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The Life of a Stolen Phone: For the Smartphone Industry, Theft Is a Part of the Business Model 

Wednesday, Apr 23 2014
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While the global black market for smartphones is vast and byzantine, law enforcement has reason to believe that part of it originates in San Francisco — a dense city with tons of pedestrians, battalions of tech workers, and a few sophisticated crime networks.

In November 2012, San Francisco police busted brothers Henry and Victor Gamboa for allegedly running a fence out of their apartment in the Tenderloin with more than $500,000 in stolen property, including 100 cellphones. Investigators suspect the Gamboas were part of a much larger ring, and that the goods — which were procured from auto burglaries throughout San Francisco and Oakland — were being shipped overseas. In December of that year, police busted another electronics fencing operation in the Excelsior, allegedly run by Hung Huynh and Heriberto Cardenas. Police say Cardenas was routing items to Mexico.

The market for stolen cellphones has swelled so much in Colombia — a country traditionally known for drug-trafficking — that many cartels are now smuggling Apple devices and Galaxy 5s instead of narcotics, because there's less risk in the gadget trade. A recent Huffington Post investigation showed Colombian police struggling to keep tabs on this new contraband network, even as they crack down on international drug sales. So far, the Colombian government has tackled the problem with grisly public service announcements, which show blood seeping out of stolen iPhones.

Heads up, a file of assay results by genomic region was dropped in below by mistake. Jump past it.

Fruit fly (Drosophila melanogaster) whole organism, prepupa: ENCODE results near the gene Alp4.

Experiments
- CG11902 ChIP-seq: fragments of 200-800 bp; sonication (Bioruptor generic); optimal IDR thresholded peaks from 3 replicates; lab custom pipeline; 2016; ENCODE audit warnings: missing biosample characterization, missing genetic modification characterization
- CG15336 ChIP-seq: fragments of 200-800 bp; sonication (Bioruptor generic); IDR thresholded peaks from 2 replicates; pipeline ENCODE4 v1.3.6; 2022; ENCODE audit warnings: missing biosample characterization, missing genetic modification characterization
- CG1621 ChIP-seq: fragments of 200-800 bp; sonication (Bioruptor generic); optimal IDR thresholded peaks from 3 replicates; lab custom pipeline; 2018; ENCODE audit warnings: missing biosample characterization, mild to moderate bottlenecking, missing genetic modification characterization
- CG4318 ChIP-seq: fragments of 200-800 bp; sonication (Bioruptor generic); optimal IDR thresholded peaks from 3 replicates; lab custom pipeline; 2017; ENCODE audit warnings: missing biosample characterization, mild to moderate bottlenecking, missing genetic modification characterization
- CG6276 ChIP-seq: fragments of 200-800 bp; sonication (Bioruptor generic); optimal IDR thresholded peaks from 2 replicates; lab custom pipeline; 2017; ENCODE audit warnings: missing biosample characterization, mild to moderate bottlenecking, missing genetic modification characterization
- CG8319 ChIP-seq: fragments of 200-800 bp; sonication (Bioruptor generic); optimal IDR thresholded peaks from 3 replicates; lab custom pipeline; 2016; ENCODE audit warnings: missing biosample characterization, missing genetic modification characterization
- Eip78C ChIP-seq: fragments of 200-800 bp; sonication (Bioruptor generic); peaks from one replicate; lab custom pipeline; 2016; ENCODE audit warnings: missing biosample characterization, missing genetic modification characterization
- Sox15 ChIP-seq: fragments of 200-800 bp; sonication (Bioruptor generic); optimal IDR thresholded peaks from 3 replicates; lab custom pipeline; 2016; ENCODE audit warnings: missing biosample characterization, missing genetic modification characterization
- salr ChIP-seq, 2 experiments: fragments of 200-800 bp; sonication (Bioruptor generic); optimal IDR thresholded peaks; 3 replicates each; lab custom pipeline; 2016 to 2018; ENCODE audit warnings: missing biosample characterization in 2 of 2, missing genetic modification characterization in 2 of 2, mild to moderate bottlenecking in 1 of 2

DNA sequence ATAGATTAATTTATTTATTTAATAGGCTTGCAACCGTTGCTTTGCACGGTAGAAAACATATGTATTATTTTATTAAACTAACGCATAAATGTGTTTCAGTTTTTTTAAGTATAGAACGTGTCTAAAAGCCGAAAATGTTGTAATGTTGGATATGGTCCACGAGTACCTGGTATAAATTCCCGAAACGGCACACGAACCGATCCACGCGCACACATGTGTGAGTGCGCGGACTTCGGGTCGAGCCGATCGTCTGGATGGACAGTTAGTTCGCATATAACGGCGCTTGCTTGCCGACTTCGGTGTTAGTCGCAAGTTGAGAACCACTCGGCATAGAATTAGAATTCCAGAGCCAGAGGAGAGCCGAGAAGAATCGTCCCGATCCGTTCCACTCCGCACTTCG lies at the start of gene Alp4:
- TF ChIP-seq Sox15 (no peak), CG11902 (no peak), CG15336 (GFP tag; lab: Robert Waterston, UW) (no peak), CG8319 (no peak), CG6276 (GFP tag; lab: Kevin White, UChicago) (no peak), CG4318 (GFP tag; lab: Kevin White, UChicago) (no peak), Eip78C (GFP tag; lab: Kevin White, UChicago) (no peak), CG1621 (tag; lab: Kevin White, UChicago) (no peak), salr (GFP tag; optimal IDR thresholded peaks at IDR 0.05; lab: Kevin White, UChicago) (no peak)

"Comprar un cellular robado es cargar con un muerto," the ads warn: Buy a stolen cell phone; carry a corpse.

In February of this year, DA Gascón and state Sen. Mark Leno unveiled a legislative salvo for San Francisco's smartphone theft epidemic. Senate Bill 962 would require every smartphone and tablet sold in California to come equipped with a kill-switch, beginning in 2015. That, the authors believe, would be enough to deter most criminals.

No state has ever passed such a law, so Leno and Gascón have to cite different historical antecedents to substantiate their claims. The closest analogue might be car theft laws passed in the 1980s and '90s, which tightened penalties for carjacking and burglary, but also required manufacturers to install antitheft devices, or inscribe vehicle identification numbers on their auto parts. The laws were successful: Studies by the National Highway Traffic Safety Administration showed substantial theft reduction in car lines with preventative equipment or marked parts.

Leno and Gascón hope to see similar results in the smartphone industry, as do their legislative counterparts in New York, Minnesota, and Illinois, who all have similar proposals in the works. And so far, California's kill-switch bill seems to have a tide of support behind it. On April 1, it cleared the Senate Energy, Utilities, and Communications Committee by a 6-2 vote, prompting a spate of jubilant press releases from Leno's top brass.

"Our proposal eliminates the financial motive behind this crime, which will help curb thefts and protect the safety of smartphone users," the senator trumpeted in a canned statement. "This is a crime of convenience. End the convenience. End the crime."